Athleisure firm Nike said around half of its stores in mainland China have been closed and that those still open are operating reduced hours and experiencing lower footfall than normal. ‘In the short term, we expect the situation to have a material impact on our operations in Greater China,’ said Nike in early February. Greater China accounts for 17% of revenue and is by far its fastest-growing region. Sales in China grew 21%, three times faster than anywhere else, in the 12 months to the end of May 2019.
Apple said at the start of February that it had closed down all of its 42 stores in China, as well as its corporate locations, in response to the coronavirus. The iPhone maker said it would keep them closed until at least February 9, but has not yet said whether they have been reopened or if they remain shut.
The majority of iPhones are produced in China, with Hon Hai Precision Industry, better known as Foxconn, being its largest supplier, but neither company has said how the virus is impacting production. The Nikkei Asian Review reported that the Chinese government had blocked Foxconn’s plans to reopen its factories and that this would hit other major customers including Amazon and Alphabet’s Google.
Disney has temporarily closed its theme parks in Shanghai and Hong Kong and this will impact its results over the short-term. ‘The current closure is taking place during the quarter in which we typically see strong attendance and occupancy levels due to the timing of the Chinese New Year holiday,’ said Christine McCarthy, Disney’s chief financial officer.
Coffee house Starbucks recently said the stellar performance it delivered in the first quarter of its financial year had prompted it to raise its guidance for the full year – but said it had decided not to revise its goals because of ‘the dynamic situation unfolding with the coronavirus’. China accounts for about 10% of total sales and Starbucks has shut down around half of its stores so far.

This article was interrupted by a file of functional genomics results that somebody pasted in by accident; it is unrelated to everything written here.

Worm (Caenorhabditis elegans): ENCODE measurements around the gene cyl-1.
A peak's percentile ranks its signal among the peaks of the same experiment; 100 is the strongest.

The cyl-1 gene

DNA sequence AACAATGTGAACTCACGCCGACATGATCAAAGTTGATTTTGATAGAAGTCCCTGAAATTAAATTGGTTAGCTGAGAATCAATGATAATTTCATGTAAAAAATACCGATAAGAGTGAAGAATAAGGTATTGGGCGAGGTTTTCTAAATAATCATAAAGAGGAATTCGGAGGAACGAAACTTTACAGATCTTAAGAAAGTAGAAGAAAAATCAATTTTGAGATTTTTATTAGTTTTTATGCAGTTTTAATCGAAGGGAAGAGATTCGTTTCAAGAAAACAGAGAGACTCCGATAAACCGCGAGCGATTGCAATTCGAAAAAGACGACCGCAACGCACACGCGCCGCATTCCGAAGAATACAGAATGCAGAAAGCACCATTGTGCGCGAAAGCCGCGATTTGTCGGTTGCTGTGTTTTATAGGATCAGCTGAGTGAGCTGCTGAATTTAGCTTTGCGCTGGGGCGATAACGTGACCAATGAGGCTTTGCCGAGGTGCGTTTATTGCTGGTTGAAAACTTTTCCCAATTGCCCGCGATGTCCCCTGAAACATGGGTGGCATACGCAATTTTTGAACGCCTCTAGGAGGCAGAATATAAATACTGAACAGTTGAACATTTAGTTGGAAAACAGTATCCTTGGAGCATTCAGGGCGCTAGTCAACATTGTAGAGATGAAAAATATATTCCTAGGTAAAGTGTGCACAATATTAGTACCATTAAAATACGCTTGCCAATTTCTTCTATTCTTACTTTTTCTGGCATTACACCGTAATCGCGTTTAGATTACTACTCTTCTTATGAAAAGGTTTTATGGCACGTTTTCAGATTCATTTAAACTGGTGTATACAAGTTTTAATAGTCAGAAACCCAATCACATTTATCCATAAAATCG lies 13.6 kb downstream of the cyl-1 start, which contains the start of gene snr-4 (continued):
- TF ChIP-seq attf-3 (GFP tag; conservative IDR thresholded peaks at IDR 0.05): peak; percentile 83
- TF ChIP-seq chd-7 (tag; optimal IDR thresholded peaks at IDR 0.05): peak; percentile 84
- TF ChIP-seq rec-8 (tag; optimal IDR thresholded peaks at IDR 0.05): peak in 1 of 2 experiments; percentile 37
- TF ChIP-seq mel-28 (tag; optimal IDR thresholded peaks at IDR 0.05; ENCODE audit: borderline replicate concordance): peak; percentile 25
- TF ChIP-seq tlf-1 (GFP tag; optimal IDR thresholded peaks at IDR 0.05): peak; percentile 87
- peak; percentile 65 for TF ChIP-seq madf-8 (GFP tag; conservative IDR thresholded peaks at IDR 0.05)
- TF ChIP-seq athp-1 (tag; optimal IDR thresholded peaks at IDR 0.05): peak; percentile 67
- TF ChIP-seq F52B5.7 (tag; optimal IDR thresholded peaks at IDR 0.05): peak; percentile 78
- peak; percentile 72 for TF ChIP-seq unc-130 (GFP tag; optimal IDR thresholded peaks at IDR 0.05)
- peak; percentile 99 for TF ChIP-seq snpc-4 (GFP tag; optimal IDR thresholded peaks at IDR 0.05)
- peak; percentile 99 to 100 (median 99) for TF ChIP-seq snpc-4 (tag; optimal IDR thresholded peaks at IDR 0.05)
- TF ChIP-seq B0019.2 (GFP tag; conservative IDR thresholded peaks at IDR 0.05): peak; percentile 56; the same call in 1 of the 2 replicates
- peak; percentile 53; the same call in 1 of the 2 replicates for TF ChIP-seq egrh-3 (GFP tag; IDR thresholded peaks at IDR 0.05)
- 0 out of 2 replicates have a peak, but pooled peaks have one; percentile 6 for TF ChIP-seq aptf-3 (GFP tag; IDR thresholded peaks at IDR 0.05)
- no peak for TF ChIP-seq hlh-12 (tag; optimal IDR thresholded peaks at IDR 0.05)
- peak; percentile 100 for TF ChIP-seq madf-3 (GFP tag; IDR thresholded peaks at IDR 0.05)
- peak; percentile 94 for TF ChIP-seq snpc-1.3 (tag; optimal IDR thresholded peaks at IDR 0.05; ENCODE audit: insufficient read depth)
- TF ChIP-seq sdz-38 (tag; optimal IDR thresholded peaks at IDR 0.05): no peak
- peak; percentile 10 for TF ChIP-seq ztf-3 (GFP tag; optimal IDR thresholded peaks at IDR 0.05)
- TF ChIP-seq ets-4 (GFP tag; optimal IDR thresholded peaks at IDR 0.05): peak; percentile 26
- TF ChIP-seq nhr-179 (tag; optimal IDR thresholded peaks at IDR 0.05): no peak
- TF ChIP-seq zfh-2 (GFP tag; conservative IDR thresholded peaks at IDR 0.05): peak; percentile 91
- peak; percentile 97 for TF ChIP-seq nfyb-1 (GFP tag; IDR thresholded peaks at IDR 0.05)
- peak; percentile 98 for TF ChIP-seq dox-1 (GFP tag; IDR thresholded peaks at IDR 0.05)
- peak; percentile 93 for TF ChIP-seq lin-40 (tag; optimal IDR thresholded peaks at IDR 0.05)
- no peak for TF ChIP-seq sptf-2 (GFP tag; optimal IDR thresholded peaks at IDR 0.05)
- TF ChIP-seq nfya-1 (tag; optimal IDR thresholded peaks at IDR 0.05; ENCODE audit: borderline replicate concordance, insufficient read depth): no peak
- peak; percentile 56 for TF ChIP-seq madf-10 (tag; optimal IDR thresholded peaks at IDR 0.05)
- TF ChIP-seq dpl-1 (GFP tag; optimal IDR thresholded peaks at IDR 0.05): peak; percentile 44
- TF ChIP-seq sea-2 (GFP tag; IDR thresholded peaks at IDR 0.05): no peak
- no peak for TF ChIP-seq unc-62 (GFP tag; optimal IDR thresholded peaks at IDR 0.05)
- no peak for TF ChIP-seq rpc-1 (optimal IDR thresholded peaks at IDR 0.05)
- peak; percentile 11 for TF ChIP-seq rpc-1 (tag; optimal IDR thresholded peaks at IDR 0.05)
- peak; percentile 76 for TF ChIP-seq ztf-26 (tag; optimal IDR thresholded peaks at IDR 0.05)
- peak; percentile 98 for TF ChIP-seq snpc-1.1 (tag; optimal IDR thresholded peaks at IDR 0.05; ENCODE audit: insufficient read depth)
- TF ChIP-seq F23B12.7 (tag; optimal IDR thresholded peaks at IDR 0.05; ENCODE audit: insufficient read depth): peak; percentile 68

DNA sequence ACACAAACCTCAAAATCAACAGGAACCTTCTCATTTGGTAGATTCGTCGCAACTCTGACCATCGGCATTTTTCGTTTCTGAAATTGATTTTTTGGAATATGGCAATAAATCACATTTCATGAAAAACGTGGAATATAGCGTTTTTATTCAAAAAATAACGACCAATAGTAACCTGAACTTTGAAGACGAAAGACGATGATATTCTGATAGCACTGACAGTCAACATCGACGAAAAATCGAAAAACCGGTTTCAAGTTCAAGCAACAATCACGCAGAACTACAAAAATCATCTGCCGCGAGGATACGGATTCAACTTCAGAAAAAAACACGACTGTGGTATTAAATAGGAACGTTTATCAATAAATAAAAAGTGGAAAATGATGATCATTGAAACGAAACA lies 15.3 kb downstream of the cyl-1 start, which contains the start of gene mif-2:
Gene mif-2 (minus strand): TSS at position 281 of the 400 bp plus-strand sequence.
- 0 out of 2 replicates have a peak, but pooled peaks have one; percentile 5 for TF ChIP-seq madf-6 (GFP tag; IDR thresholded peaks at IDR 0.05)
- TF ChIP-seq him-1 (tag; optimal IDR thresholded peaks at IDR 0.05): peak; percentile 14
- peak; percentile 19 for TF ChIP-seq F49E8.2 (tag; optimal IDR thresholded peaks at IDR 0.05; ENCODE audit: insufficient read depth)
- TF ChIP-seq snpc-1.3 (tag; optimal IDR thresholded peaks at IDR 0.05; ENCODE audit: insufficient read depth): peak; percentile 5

‘Our immediate focus is on two key priorities in China: first, caring for the health and well-being of our partners and customers in our stores, second, playing a constructive role in supporting local health officials and government leaders, as they work to contain the coronavirus,’ said president and chief executive Kevin Johnson.
Fast food giant McDonald’s has also had to shut hundreds of restaurants in China, which accounts for about 5% of its global sales.
Coronavirus: how to trade the outbreak
It is still early days for the coronavirus, and it is unclear how long the outbreak will last or what toll it will take on people from around the world. The worst of the virus is still largely confined to China, but people outside of the country have succumbed to the virus and more deaths can be expected over the coming weeks.
Most companies have said it is too early to quantify the full impact of the virus, but its potential has already become clear for any company that derives a significant amount of sales or supplies from China.
The real financial impact won’t become clear until economic data starts to flow out of China and companies release results for the first quarter of 2020 starting in April. If the outbreak continues to spread, then this weakness could stretch into the following quarter. For some investors, this could be a great opportunity to capitalise on lower entry prices for stocks that should prove resilient in the longer-term.
There are some areas that are benefiting from the coronavirus outbreak. Safe havens like gold (and the stocks that mine them) have seen prices rise, while many healthcare stocks have also benefited. Take US firm Alpha Pro Tech, which makes face masks, as an example. The stock’s share price had stagnated for years, but has risen more than 60% since the start of 2019 as investors hope it can capitalise on the need for protective gear.